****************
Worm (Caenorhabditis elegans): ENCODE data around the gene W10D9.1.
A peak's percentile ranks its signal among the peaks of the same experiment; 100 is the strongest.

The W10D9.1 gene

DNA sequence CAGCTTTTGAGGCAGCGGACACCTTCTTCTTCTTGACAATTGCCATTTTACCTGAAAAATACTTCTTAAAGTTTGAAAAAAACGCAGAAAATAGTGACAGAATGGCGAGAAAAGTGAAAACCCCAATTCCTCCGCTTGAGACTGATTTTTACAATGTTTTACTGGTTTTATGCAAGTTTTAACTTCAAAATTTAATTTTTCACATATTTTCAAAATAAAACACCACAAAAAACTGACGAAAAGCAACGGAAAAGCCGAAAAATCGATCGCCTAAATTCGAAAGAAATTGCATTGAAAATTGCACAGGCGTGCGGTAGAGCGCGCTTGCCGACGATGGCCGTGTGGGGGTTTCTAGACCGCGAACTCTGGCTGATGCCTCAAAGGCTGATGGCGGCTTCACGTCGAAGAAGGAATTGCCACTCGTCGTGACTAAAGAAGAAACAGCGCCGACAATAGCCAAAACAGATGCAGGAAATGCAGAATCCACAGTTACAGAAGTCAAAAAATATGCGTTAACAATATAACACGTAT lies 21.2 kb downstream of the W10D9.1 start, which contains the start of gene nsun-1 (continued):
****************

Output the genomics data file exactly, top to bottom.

Worm (Caenorhabditis elegans): ENCODE data around the gene W10D9.1.
A peak's percentile ranks its signal among the peaks of the same experiment; 100 is the strongest.

The W10D9.1 gene

DNA sequence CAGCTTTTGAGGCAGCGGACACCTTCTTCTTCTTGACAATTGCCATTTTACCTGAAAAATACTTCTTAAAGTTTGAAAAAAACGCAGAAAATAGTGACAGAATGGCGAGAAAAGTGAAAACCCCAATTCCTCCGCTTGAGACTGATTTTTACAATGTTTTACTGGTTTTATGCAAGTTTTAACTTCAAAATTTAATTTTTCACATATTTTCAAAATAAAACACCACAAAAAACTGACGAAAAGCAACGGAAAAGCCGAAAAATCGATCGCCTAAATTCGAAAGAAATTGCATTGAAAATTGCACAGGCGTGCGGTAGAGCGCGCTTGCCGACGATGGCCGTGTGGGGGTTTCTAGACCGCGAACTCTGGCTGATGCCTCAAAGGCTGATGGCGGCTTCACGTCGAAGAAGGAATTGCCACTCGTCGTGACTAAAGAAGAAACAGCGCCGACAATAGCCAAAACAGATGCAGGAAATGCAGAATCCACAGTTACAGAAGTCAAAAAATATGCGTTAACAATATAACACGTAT lies 21.2 kb downstream of the W10D9.1 start, which contains the start of gene nsun-1 (continued):